Wednesday, January 18, 2017


Marketing Today: “What Works?”
Core Belief #1: Brand Is Foundational
Third article in our series Marketing Today: What Works. View our second article, Avoiding the Weeds.

My adventure pal, Wyatt
Modern marketers know we no longer “own” our brands. They live in our customers’ minds. So in a social media-driven world of high transparency, just how important is the concept of brand? Further, how important is your brand culture to your marketing success? To answer both queries in a single word, very.

Brand is foundational.

And brand culture is the internal core upon which smart, strong modern brands are built. It’s perhaps ironic that precisely because we don’t control the conversation, building an authentic brand culture and experience is more essential to brands than ever. Here’s why.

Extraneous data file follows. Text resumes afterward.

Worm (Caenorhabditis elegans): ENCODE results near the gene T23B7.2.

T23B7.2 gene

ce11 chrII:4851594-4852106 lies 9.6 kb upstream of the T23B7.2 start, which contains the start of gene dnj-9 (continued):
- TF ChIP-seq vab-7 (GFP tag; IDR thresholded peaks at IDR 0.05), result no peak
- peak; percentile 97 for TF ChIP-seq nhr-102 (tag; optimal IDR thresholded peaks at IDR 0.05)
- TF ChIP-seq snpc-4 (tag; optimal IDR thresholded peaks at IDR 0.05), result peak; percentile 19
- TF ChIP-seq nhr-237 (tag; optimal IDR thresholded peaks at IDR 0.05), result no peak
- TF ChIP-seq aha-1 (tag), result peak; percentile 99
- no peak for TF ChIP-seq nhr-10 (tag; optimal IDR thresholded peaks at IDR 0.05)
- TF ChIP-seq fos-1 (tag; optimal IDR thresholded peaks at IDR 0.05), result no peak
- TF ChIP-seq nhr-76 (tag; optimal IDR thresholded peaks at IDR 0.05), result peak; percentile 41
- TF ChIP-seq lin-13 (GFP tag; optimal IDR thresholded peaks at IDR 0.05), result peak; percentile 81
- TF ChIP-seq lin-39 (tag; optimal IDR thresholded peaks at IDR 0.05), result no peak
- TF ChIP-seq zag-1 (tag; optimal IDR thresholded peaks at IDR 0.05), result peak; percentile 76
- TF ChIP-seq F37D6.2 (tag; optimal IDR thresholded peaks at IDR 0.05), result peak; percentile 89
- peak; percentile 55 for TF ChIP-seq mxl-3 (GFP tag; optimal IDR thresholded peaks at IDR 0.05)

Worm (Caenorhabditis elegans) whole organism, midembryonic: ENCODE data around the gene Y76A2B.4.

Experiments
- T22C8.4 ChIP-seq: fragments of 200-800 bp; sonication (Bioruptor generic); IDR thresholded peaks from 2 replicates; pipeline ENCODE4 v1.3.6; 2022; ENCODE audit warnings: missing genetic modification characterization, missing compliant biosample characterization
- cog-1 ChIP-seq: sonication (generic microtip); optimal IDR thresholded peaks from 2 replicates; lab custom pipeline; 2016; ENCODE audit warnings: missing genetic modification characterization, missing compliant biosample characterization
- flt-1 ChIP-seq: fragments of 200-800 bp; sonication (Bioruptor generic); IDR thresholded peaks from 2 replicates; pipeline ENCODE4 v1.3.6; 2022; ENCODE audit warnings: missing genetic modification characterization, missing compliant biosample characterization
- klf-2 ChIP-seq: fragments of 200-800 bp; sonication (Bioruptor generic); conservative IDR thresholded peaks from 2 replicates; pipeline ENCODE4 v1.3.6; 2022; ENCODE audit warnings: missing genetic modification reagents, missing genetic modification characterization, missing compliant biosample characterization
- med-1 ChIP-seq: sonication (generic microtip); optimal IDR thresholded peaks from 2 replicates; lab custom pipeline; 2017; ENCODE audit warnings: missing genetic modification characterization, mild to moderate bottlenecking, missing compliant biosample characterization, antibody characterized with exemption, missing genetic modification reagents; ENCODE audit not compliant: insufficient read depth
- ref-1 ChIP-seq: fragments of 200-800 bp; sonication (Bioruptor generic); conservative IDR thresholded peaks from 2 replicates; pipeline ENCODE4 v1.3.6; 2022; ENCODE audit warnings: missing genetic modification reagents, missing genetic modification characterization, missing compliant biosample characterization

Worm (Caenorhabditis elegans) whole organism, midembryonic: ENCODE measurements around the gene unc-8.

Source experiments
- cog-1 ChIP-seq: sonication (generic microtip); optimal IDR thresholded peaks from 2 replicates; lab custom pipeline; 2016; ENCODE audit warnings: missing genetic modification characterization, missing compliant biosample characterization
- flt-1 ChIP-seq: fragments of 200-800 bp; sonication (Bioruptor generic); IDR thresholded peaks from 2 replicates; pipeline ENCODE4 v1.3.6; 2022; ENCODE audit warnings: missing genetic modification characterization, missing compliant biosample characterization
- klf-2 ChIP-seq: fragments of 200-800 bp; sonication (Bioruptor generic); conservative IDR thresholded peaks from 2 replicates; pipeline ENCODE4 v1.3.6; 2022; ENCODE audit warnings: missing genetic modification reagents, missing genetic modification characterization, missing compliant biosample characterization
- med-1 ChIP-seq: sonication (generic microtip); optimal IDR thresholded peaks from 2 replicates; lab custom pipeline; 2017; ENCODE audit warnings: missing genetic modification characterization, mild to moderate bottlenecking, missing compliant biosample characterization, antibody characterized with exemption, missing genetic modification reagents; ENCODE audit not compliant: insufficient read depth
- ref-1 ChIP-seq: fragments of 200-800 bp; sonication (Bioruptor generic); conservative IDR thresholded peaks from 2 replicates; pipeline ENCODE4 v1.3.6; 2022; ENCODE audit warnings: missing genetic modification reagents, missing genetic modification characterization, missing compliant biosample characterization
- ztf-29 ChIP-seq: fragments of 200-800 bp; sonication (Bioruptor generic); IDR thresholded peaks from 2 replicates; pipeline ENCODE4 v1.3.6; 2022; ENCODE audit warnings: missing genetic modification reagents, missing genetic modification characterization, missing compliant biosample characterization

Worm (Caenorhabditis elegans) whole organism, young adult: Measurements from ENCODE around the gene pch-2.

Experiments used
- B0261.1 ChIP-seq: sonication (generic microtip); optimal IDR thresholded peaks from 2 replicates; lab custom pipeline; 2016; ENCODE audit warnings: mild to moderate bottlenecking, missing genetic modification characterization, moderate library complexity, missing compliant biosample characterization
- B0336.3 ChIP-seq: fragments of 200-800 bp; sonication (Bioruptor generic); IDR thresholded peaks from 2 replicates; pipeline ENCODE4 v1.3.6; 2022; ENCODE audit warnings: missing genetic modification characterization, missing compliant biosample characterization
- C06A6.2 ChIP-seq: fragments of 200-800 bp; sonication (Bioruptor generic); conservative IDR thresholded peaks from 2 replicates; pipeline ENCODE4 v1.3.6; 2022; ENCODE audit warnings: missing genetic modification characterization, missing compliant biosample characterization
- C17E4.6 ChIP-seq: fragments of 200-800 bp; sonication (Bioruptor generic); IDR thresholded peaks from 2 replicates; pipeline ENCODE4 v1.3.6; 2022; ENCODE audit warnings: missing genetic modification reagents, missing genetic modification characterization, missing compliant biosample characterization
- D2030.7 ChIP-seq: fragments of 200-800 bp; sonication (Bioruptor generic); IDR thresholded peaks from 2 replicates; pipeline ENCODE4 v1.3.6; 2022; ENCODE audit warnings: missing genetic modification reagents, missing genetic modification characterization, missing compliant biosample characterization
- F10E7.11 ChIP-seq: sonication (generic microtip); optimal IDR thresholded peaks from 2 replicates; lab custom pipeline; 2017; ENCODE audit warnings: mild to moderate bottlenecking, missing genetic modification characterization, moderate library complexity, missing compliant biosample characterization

As the living, breathing soul of your company, brands must answer three deceptively simple questions. Who am I? What do I stand for? How do I make a difference?

In the past, it may have been enough for a brand to focus on creating external images—advertised images—which too often amount to little more than creative window dressing. Maybe connected to a brand’s culture or not. Campaign-oriented and occasionally brilliant. Also fleeting and easily copied. Worse, in an era of social media transparency, there’s nowhere to hide. Today, if your company and brand don’t know who you are—and live what you stand for—your hollow fa├žade will be revealed.

Brands create value many ways
Economically, brands provide utility (Cheerios satisfy my breakfast hunger) and convey status (Tesla says I arrived quickly and care about the environment).  

Brands also create value by providing meaning. Deeper than most storytelling, we’re talking about the myths and ethos that give us a sense of belonging. In essence, the culture behind the brand. (Creating Value: The Theory and Practice of Marketing Semiotics Research by Laura R. Oswald. And more immediately accessible, Signs,strategies, and brand value, Laura Oswald, Oxford University Press Blog, April 13, 2015.